Russia needs more time to assess proposals to curb oil production offered on the sidelines of a meeting of the Organization of the Petroleum Exporting Countries and its allies, often referred to as OPEC+, in Vienna last week.
On February 6, Bloomberg news wire reported that the Joint Technical Committee recommended a production cut of 600,000 barrels per day which the cartel expected would raise and stabilize the price of oil fallen after the coronavirus outbreak.
While OPEC countries such as Iraq, OPEC’s second-largest oil producer behind Saudi Arabia, have voiced support for the recommendation, Russian Energy Minister Alexander Novak said that he could not say for sure whether it was time to tighten output curbs.
"I think this is a matter of the coming days," RIA Novosti quoted Novak as saying on February 7, answering the question about time Russia needed to decide on a possible reduction in oil production within OPEC+. "We’ll see how the situation develops over the next few days."
Russia, the world’s third-largest oil producer, behind the United States and Saudi Arabia, has, in recent years, worked with the OPEC to limit global supplies due to sliding oil prices. Eleven non-OPEC oil-producing countries, led by Russia, have agreed to extend an agreement struck in 2016 with OPEC on reducing oil production by 1.2 million barrels per day until March 2020 as a way to stop the slide in pricing. Since December 2019, OPEC+ has deepened production cuts by an additional 500,000 barrels per day due to expectations of weaker demand in the first quarter of 2020.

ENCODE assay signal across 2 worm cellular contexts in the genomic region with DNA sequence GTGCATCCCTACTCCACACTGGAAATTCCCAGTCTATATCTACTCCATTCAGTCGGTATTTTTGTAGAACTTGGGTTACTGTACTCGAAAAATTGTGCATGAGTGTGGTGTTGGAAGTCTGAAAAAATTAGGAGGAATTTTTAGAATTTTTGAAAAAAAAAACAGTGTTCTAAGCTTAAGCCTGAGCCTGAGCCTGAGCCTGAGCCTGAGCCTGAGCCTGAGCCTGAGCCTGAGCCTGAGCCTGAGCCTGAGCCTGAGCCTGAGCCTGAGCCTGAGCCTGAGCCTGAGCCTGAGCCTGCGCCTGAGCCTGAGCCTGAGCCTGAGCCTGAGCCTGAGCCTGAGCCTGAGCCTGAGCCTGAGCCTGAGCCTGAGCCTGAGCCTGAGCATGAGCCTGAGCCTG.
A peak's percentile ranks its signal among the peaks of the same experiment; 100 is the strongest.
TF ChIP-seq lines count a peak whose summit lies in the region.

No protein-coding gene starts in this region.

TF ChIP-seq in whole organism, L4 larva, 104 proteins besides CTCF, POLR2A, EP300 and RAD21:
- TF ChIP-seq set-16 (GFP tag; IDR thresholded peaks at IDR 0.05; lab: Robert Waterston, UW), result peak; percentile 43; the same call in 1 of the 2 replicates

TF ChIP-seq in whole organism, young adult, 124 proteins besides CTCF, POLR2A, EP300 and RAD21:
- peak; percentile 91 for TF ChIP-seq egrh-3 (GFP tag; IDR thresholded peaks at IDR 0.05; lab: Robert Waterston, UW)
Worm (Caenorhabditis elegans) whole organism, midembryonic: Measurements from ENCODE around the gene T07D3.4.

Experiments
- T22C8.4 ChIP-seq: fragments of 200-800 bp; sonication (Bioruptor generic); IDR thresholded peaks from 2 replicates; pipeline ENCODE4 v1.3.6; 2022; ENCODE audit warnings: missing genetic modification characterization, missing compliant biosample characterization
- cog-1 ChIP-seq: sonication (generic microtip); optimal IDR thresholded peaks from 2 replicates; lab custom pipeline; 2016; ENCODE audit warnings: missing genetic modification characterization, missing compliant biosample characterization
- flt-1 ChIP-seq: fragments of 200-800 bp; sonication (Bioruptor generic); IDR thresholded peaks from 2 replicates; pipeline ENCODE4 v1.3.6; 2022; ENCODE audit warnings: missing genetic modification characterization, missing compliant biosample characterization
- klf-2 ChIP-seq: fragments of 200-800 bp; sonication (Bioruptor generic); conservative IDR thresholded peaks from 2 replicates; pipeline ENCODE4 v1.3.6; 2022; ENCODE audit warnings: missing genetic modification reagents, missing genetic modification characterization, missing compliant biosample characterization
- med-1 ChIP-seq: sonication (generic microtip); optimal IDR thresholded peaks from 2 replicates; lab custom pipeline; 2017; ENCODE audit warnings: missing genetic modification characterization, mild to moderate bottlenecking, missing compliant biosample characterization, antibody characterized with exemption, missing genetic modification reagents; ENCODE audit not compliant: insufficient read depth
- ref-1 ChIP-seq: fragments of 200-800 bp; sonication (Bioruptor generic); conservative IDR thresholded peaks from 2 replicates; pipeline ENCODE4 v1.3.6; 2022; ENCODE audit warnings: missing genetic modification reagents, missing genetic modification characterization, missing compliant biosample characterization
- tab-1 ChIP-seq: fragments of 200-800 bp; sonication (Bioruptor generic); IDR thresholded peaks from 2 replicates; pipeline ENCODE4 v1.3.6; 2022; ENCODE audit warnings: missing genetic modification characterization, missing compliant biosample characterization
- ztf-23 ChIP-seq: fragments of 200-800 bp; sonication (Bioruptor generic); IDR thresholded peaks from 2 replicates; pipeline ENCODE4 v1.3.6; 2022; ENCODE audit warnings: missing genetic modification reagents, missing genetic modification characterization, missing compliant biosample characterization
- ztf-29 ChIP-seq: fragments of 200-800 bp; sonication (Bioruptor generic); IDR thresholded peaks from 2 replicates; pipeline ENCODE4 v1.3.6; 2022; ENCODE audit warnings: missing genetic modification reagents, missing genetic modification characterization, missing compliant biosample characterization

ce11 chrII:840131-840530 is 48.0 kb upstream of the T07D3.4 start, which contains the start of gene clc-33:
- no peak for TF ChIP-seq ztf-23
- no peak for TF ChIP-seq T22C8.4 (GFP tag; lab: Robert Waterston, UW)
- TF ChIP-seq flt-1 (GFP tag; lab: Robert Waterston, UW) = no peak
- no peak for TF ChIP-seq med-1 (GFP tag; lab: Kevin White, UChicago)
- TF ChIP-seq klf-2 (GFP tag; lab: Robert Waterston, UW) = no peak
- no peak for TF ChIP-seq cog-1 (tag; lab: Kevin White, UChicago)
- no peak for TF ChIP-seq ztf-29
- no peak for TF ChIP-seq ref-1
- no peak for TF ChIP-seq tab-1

According to the reports, the three-day meeting of the OPEC+ Joint Technical Committee (JTC), a non-decision-making body that advises OPEC members and the cartel's allies, ended with no concrete decision on further actions. The final decision on the matter is planned to be made within the upcoming OPEC+ meeting scheduled for March 5-6, however, the meeting might be brought forward to February depending on the further impact of coronavirus outbreak on oil prices.
The mysterious deadly coronavirus, which originated in the Chinese city of Wuhan in late December, has already contributed to a sharp decrease in demand for crude. According to BBC, the cost of crude has hit its lowest level in January as the spread of the coronavirus disrupted travel and fuel consumption, wiping out about 20 percent of oil consumption in China, one of the world’s top oil producers and a key engine of crude demand.
It is also assumed that the outbreak might have a particularly large impact on demand for jet fuel as airlines around the world suspend flights to China, and travel restrictions within the country mean far fewer flights.